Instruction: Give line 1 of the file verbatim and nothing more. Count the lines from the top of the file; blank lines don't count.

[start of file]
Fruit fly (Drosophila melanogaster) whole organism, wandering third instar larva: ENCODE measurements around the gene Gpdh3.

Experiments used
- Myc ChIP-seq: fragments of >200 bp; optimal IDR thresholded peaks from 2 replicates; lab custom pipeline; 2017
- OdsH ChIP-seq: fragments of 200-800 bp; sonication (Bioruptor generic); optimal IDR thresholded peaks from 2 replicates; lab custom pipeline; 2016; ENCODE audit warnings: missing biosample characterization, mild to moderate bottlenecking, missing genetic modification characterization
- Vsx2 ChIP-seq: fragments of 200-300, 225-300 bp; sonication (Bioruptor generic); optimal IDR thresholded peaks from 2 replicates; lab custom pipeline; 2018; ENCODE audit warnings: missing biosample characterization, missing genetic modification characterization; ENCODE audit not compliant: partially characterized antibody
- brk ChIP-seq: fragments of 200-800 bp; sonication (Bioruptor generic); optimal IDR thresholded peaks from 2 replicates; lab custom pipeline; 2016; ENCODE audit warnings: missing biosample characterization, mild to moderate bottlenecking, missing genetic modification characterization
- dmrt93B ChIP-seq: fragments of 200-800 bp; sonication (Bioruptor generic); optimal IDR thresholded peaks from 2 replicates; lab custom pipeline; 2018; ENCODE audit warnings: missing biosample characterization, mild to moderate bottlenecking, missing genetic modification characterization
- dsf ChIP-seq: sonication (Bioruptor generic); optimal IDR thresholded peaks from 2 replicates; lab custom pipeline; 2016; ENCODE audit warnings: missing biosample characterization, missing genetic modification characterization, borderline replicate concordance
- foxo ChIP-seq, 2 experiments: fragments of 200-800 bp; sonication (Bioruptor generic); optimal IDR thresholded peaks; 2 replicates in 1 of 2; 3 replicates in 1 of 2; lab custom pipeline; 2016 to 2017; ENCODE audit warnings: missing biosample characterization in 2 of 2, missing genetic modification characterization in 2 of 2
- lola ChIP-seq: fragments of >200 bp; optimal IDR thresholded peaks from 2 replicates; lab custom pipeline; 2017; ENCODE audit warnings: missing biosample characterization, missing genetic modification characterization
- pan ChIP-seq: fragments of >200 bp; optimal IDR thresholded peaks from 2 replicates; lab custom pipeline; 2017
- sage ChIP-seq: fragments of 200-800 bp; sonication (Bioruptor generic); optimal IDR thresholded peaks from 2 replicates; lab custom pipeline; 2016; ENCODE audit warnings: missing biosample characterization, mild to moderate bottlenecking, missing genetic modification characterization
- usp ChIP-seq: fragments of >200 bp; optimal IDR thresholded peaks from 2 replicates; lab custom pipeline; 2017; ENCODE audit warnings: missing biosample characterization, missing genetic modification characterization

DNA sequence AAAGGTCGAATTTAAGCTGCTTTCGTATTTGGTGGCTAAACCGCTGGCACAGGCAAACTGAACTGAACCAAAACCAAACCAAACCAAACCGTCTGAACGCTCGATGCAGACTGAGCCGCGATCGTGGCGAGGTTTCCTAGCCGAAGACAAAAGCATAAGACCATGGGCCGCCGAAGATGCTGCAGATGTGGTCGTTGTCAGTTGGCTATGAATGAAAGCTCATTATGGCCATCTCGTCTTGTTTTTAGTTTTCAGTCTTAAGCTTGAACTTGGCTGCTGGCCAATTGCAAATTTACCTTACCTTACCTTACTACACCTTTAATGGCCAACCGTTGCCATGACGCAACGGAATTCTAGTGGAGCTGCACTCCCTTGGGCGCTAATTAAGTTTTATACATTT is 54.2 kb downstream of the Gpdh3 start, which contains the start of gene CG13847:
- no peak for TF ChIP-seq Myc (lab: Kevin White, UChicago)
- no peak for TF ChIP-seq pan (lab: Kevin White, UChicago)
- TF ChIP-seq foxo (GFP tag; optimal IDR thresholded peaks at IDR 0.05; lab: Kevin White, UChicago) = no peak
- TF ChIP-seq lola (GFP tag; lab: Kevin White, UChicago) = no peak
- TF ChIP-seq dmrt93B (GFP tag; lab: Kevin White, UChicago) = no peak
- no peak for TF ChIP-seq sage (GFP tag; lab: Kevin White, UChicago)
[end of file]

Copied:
Fruit fly (Drosophila melanogaster) whole organism, wandering third instar larva: ENCODE measurements around the gene Gpdh3.